A Lifetime Trip

…creating colorful memories

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10 Reasons Why You Should Visit Bhutan

10 reasons why you should visit Bhutan

Bhutan is a sovereign nation located near the extreme eastern parts of the mighty Himalayan ranges. It is geographically located between the two giants India and China, with these two nations covering approximately 1100 km of its borders. Bhutan is a compact nation with a total area of around 38,000 square kilometers. Its population sums up to a small total of 7-8 lakhs.

Why visit Bhutan? Here are some reasons…

(1) Nature at its best!

Nature seems to have a privileged grace and courtesy on the kingdom of Bhutan. The majestic hill stations, innumerable varieties of flora and fauna and heavenly water bodies surrounding with the scenic beauty make Bhutan a paradise for the residents as well as the tourists. People there make sure that their natural ecosystems are well preserved and maintained. Please refer the following link to visit Bhutan during the best season: http://www.alifetimetrip.com/best-time-to-visit-bhutan/

(2) Adventures          

One can’t satisfy oneself just by praising the magnificence of Bhutanese hills and mountains from a distance of view. To know those landscapes closely, one must come out of the comfort zone and choose to go on a trek to these steeps. It is a lifetime adventure! Hiking the slopes, campfires, and going down the hills as teams are more joyous than they sound.

(3) Historical and educational significance

Bhutan’s history rolls back to the time of introduction of Tibetan Buddhism. Buddhism is the prominent religion there. As a result, we can find many historical monuments of Tibetan style. Paro Taktsang (The Tiger’s Nest) is one of the most significant monuments of all. As Bhutan is slowly modernizing, the traditional education system still persists. It’s a pleasure to visit these classical centers of education.

(4) Pleasant Climate

The destination can be visited at any time of the year. The climate there is temperate and never becomes an obstacle to the visitors. Bhutan’s spring (March, April, May) is considered to be the most beautiful time of the year. It is the time when the valleys are green with fresh vegetation and blossoming fruit trees. Autumn (September, October) is the time when one can get the grand view of the mighty mountains. Winter in December sees some snowfall which attracts tourists.

(5) Shopping in Bhutan

The shopping enthusiasts are not disappointed in Bhutan. One can find colorful heaps of shawls, sweaters, coats and trinkets in the markets of “Bhutia”. The women in their traditional attire (Backus) may not speak our language but will surely help us make the right choice while buying. The Handicraft Emporium in the main street of Thimphu sells varieties of hand-woven goods and handicrafts. One can order silver and gold ornaments of one’s taste at the Thimphu valley and they will specially craft them.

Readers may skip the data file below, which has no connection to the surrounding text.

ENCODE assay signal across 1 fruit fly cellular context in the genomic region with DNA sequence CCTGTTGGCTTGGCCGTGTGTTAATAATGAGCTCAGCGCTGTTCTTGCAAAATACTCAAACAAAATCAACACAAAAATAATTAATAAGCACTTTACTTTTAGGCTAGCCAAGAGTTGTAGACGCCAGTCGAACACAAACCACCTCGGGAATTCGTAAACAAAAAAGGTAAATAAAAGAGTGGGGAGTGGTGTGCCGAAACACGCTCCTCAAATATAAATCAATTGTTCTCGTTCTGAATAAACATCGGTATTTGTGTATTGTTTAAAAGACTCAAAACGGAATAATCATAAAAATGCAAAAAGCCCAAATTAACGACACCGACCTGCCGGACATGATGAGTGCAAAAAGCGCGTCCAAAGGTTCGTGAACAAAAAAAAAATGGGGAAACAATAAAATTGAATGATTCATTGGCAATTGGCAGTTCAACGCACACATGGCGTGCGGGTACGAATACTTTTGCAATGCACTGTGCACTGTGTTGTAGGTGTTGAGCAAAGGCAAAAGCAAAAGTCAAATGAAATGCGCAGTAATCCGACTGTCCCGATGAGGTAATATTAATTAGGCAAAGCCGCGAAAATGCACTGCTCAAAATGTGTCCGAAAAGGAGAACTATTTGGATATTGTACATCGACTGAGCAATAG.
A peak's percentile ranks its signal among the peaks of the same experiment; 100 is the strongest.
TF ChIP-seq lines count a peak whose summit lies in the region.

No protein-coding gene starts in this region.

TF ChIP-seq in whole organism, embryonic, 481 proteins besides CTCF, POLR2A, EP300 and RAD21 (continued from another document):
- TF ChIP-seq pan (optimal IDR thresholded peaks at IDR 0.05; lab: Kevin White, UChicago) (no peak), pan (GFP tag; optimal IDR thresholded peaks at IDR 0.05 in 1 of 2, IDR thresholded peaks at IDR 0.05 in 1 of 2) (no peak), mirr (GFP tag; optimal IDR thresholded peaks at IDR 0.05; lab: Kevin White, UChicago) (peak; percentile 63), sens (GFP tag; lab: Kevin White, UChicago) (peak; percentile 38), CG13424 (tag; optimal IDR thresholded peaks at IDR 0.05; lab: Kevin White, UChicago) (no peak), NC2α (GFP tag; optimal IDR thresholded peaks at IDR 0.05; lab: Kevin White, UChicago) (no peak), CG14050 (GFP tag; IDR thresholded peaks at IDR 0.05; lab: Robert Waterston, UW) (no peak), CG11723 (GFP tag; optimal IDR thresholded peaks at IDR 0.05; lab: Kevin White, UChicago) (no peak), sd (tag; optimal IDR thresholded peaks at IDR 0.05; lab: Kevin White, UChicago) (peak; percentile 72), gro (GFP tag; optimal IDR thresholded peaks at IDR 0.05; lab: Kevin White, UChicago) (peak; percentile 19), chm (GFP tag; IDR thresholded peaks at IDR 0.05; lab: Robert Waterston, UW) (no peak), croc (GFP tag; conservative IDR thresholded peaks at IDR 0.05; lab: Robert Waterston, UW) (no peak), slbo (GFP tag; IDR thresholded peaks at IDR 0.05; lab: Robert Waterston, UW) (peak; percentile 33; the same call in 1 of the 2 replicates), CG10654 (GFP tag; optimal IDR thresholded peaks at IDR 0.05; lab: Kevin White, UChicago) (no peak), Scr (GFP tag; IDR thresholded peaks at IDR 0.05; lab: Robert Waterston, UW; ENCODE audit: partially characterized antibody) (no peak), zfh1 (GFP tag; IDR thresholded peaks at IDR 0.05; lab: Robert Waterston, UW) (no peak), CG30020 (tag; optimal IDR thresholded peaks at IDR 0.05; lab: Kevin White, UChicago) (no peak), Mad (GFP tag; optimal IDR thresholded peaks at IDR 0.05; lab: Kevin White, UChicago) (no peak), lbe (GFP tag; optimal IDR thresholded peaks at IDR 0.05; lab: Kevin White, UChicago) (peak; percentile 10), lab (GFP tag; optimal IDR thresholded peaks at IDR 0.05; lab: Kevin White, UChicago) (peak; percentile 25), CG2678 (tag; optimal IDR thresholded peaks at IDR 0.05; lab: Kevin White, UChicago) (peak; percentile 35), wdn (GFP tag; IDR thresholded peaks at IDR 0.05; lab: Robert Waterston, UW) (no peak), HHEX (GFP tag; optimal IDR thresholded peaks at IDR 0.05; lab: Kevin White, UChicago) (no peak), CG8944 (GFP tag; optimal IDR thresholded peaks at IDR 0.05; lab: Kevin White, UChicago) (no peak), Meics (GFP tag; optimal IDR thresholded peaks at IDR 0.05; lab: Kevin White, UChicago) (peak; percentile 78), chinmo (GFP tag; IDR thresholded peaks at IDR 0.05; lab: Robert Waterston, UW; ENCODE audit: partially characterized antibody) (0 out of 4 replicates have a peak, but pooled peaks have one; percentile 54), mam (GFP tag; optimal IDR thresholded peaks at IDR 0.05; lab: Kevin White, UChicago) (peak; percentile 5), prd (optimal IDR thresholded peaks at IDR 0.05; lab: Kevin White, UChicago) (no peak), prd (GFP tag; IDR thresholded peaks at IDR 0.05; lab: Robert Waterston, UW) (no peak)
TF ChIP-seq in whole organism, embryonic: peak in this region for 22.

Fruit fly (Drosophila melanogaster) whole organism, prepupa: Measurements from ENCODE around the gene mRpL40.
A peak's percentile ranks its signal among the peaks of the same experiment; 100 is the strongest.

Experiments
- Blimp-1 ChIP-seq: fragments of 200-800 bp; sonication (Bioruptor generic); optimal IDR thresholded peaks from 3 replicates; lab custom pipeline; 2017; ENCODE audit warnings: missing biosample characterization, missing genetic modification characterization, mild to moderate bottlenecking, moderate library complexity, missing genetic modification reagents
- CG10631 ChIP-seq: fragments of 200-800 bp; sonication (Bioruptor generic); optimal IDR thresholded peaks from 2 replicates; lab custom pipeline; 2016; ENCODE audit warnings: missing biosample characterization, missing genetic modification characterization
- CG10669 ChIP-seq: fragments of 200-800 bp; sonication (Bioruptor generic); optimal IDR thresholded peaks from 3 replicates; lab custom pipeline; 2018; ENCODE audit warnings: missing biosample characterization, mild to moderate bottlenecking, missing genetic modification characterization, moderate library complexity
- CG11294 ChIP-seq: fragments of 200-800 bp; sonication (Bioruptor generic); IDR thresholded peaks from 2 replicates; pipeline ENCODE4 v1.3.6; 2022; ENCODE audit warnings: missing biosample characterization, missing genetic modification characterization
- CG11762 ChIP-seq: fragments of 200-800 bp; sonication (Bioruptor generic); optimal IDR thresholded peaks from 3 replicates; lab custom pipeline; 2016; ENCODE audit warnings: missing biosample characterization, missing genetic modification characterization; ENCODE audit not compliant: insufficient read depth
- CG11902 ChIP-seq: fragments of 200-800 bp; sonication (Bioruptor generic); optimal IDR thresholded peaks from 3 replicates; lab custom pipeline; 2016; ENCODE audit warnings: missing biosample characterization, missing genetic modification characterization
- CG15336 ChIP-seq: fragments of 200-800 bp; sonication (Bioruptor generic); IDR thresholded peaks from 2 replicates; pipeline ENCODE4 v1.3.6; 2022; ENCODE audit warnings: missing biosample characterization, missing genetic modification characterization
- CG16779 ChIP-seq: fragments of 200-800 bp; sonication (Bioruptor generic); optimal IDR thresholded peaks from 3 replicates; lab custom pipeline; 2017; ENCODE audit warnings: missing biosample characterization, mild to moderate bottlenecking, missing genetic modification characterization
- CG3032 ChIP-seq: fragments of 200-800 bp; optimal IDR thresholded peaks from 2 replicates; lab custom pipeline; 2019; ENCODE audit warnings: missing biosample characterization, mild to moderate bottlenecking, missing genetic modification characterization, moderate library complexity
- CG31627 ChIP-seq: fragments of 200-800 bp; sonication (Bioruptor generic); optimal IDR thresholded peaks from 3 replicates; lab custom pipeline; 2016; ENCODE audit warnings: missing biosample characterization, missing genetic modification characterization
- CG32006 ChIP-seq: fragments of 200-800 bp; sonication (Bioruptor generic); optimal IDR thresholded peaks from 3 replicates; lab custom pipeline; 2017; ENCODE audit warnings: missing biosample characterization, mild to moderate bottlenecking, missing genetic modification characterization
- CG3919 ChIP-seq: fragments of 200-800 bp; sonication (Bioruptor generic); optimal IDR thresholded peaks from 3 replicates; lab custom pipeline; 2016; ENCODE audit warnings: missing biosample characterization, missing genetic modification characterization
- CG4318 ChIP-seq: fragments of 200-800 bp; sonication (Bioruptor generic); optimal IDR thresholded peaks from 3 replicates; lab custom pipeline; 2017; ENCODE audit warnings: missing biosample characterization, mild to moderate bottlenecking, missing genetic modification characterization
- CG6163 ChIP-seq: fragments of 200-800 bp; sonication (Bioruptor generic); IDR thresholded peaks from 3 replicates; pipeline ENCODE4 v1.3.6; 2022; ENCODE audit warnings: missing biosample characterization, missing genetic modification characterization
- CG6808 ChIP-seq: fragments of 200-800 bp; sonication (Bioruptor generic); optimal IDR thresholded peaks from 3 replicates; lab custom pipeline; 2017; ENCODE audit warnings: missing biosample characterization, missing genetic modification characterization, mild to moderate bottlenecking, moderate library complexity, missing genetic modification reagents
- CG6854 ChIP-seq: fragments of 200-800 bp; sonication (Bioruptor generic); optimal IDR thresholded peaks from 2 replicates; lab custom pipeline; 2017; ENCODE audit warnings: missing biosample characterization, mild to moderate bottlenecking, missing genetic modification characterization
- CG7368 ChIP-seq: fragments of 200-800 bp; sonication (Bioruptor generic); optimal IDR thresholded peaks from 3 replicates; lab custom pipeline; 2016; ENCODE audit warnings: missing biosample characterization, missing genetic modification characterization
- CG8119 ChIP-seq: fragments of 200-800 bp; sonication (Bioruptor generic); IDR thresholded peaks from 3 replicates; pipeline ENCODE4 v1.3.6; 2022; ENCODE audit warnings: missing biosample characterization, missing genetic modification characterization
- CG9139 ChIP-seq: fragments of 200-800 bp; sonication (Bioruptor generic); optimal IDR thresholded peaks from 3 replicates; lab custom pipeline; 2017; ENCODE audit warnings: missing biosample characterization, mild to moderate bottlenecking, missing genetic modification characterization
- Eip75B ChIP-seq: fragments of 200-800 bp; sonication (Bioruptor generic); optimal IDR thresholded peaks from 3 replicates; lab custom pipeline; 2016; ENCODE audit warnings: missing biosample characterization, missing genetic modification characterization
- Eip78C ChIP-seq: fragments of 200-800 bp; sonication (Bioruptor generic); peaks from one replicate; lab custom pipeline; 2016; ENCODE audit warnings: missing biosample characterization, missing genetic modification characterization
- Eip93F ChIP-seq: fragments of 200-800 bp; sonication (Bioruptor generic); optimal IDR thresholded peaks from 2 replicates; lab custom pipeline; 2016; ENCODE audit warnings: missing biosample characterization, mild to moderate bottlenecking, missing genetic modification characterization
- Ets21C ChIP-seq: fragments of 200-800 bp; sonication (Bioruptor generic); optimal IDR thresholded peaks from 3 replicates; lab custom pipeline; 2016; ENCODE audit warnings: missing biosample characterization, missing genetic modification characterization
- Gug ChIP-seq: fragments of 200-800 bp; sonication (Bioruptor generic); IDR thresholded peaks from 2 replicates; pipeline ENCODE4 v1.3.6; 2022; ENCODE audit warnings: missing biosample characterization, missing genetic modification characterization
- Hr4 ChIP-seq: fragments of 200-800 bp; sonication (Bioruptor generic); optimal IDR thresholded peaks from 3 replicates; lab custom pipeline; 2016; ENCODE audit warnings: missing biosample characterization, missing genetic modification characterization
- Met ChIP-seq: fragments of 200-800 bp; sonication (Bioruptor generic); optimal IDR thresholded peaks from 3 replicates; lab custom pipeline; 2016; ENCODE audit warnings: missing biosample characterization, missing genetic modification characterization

(6) Bhutanese Cuisines

The most distinctive characteristic of Bhutanese cuisine is its spiciness. Chilies are an essential part of nearly every dish and are considered very important. Bhutanese people will never enjoy a meal that is not spicy. “Momos”, the Tibetan style dumplings stuffed with pork, beef or cabbages, and cheese, are very popular in Bhutan.

(7) Festivals and Celebrations

Bhutan is rich in cultural diversity and this richness is further enhanced by the wide variety of elaborate and colorful religious festivals. Every village is famous for their distinctive festival though the most widely known are the annual Tshechu, meaning a religious festival. These religious celebrations are high-spirited affairs and lively during which people exchange and share meals of red rice, spicy pork, and Ema whilst drinking the heady traditional rice wine known as Ara. One must visit Bhutan during these festivals.

(8) Simple Lifestyle with Art and Hobbies

It is a pleasure to be with the humble residents of Bhutan. They are very honest and hardworking. They have adopted a simple lifestyle and are grounded in their religion and traditions.  The culture of Bhutan is fascinating and captivating. Bhutanese are experts in various aspects of art such as textiles, paintings, sculptures, paper making, wood carving, sword making, boot making, bamboo craft, and jewelry. One can get anything there!

(9) Gross National Happiness

We can find the happiest people in Bhutan. Their philosophy of Gross National happiness has been recognized at the international level at UN. While the emphasis is placed on both, prosperity and happiness, the latter is considered to be more significant in Bhutan. Is there a better reason to visit such a place?

(10) Very less pollution

If one is fed up with living in an urban environment where pollution is a headache, Bhutan is the best place to visit for the peace of mind. People are environmentally conscious. Their one of the laws says that 60% of the total owned land should always come under the forest region. The beauty of nature still persists, providing fresh and pure air for people to breathe.

Bhutan, the ‘Kingdom of Happiness’ is the nature’s lap of peace and joy. It has nature’s expertise composites with eventful history, cultural treasures, well-preserved heritage and good-hearted people, which makes it worth of exploring at least once in a lifetime.


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Best Time To Visit Bhutan

This tiny Buddhist country has a wide range of elevation which varies from 250m upto 7314m, making Bhutan as all round year destination. We enjoy four beautiful seasons- Spring(March to May), Summers(June to August), Autumn(September to November) and Winters(December to February). Spring and Autumn are the best time to visit Bhutan. Having said so, summer and winter have their own draws and attractions.